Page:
Tuesday, October 1, 2013

10/1 Toxic waters, Orca Watcher, PCB penalty, Tacoma stormwater, Vancouver oil, BP spill trial

Rescue tug at Neah Bay (WA Dept. of Ecology)
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The Williford family is all smiles today. But they weren't so happy when Jessica...was the first person in the U.S. with a documented case of diarrhetic shellfish poisoning. Climate change could make such illnesses more common. Ashley Ahearn and Katie Campbell report. Toxic Algal Blooms And Warming Waters: The Climate Connection

Check out two new blog posts by Orca Watcher Monika Wieland: September Whale Update and Wolf Hollow Harbor Seal Release

Tacoma will pay a $40,000 penalty for 750 gallons of contaminated oil it tried to recycle, a fraction of the 1.6 million the city says it has kept out of Puget Sound with its oil-collection program in past decades. The Environmental Protection Agency said Monday the city agreed to the settlement, after it unknowingly sent a batch of used oil contaminated with PCBs in May 2012 to be recycled by Emerald Services on the Tideflats. Alexis Krell reports. Tacoma penalized $40,000 for unknowingly sending PCB-contaminated oil from collection program to be recycled

Identifying solutions to the drainage problems highlighted over the weekend when rain squalls flooded intersections and basements could take the city of Tacoma several weeks or months. City officials are zeroing in on two problem spots: the swamped intersection of Pacific Avenue and South Tacoma Way, and Stadium Way, where rainwater forced 100-pound manhole covers off their seats and closed the road for several hours Saturday and Sunday. Kate Martin reports. Rains overwhelm Tacoma storm drains

Representatives of the two companies that want to build a controversial oil terminal at the Port of Vancouver said Monday night they will operate the facility safely and that they approach doing business in a community as neighbors, bringing charitable and other community-support programs in tow. "We don't look at moving into a community as something that's just a way to make money," Kirk Aubry, president and chief operating officer for Savage Companies, told an estimated 100 people who were inside the cafeteria of Hudson's Bay High School to listen to him and other company executives explain their project. More than 20 protesters gathered outside. Savage, a supply-chain management company, and Tesoro Corp., the West Coast's largest refiner, want to build an oil-by-rail terminal that would handle as much as 380,000 barrels of crude per day. Aaron Corvin reports. Tesoro, Savage explain oil-by-rail plans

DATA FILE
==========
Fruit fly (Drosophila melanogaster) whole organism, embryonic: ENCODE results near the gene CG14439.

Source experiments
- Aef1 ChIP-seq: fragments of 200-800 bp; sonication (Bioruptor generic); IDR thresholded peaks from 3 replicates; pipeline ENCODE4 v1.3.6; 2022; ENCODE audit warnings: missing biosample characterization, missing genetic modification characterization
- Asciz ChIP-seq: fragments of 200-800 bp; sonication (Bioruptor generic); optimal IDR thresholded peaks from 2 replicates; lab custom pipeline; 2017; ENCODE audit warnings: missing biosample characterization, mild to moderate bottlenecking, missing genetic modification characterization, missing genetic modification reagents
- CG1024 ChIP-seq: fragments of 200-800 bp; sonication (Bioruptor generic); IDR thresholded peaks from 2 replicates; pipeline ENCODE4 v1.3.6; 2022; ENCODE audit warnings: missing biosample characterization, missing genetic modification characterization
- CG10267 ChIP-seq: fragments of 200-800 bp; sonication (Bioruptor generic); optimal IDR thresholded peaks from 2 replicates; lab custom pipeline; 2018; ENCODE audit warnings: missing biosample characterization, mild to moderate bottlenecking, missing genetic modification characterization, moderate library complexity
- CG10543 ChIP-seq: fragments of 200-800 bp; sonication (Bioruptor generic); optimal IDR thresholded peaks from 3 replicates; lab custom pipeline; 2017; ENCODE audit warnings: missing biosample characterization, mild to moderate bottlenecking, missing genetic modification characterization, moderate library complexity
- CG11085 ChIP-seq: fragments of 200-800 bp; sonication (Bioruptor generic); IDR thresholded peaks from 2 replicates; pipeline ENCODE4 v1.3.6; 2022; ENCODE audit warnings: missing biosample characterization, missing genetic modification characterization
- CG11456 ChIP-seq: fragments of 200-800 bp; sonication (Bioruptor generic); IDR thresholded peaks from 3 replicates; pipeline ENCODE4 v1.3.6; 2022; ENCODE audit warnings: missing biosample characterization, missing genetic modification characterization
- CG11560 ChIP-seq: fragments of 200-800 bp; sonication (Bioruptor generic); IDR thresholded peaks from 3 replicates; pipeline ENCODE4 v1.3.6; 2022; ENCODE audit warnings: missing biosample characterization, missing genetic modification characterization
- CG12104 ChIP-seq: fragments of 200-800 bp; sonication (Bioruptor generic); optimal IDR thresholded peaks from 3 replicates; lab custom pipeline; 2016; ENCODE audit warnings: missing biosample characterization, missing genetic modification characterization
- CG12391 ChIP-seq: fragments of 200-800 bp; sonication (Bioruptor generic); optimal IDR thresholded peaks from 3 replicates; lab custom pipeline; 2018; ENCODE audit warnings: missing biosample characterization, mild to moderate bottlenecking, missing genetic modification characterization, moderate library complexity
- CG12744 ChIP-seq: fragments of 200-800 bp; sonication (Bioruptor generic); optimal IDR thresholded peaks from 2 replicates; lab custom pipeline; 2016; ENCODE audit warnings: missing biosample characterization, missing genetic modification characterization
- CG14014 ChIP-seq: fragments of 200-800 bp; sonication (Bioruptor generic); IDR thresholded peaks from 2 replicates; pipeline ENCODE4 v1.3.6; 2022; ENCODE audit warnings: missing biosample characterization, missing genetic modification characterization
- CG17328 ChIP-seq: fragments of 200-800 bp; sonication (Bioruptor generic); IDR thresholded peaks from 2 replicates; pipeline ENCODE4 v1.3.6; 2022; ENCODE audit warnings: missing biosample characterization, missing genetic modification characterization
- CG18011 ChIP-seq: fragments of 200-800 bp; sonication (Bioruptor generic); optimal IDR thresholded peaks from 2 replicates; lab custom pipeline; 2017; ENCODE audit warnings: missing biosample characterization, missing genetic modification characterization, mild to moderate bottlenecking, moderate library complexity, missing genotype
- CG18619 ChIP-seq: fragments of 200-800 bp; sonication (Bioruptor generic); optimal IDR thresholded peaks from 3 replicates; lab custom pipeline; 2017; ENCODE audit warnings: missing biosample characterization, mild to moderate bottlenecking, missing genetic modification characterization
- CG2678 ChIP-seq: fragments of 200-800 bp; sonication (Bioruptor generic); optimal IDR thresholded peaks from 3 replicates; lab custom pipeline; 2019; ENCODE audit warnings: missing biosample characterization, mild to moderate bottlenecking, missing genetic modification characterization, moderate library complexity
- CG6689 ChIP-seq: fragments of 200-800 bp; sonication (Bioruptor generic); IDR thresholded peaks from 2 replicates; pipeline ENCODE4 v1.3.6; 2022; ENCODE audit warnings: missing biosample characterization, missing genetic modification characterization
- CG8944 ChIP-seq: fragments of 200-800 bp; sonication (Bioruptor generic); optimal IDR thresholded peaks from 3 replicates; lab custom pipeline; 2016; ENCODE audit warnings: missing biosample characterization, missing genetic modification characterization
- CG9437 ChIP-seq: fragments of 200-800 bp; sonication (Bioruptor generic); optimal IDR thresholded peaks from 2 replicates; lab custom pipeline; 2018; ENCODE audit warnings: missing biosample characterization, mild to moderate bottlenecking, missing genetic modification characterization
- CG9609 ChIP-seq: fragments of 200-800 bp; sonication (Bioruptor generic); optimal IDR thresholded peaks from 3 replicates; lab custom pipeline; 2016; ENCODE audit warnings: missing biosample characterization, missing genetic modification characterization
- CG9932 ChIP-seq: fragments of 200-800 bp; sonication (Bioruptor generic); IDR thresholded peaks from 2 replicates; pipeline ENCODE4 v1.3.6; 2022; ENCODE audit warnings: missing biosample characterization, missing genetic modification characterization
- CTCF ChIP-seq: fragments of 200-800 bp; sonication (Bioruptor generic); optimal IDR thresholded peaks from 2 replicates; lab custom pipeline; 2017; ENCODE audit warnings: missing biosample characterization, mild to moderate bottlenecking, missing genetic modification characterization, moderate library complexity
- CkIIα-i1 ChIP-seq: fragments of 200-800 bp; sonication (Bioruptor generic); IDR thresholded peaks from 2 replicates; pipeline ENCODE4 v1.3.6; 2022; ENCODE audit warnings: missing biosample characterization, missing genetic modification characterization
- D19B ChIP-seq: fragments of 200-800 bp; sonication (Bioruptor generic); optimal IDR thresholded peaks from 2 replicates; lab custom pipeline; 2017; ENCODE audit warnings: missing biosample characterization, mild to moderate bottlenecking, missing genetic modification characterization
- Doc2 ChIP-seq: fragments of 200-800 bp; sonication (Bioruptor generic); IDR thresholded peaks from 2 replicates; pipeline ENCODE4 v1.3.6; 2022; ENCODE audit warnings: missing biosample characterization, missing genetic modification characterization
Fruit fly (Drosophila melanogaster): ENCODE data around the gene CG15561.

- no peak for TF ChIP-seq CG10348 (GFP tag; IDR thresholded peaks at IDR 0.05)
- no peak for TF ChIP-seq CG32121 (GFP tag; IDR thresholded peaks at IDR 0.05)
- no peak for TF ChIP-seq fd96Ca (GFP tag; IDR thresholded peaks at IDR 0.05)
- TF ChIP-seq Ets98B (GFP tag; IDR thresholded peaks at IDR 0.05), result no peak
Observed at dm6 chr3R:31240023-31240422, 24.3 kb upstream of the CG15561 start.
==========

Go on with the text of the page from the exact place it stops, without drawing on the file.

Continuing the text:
BP lied to the U.S. government and withheld information about the amount of oil spilling into the Gulf of Mexico after its well blew out in 2010, attorneys told a judge Monday. But lawyers for the London-based oil giant denied those accusations and said there was no way to prepare for such a unique blowout a mile below the sea floor. Second-guessing the company's efforts to cap the well was "Monday morning quarterbacking at its worst," BP attorney Mike Brock said during opening statements of the second phase of a trial over the spill. This part focuses on BP's response to the disaster and is designed to help U.S. District Judge Carl Barbier determine how much oil spewed into the Gulf. The government's estimate is 70 million gallons more than what BP says spilled. Establishing how much oil leaked into the Gulf during BP's struggle to cap the well will help figure out the penalties the oil company must pay. Billions of dollars are at stake. Michael Kunzelman reports. BP accused of lying to govt during Gulf oil spill

Now, your tug weather--
WEST ENTRANCE U.S. WATERS STRAIT OF JUAN DE FUCA- 244 AM PDT TUE OCT 1 2013
SMALL CRAFT ADVISORY IN EFFECT UNTIL 9 AM PDT THIS MORNING
 SMALL CRAFT ADVISORY FOR HAZARDOUS SEAS IN EFFECT FROM 9 AM PDT THIS MORNING THROUGH LATE TONIGHT
TODAY
SW WIND 15 TO 25 KT...BECOMING S 10 TO 15 KT MID MORNING. WIND WAVES 2 TO 4 FT...SUBSIDING TO 1 TO 2 FT MIDDAY. W SWELL 12 FT AT 13 SECONDS. SHOWERS AND SLIGHT CHANCE OF TSTMS.
TONIGHT
S WIND 5 TO 15 KT...BECOMING SW TO 10 KT AFTER MIDNIGHT. WIND WAVES 2 FT OR LESS. W SWELL 10 FT AT 12 SECONDS. SHOWERS.
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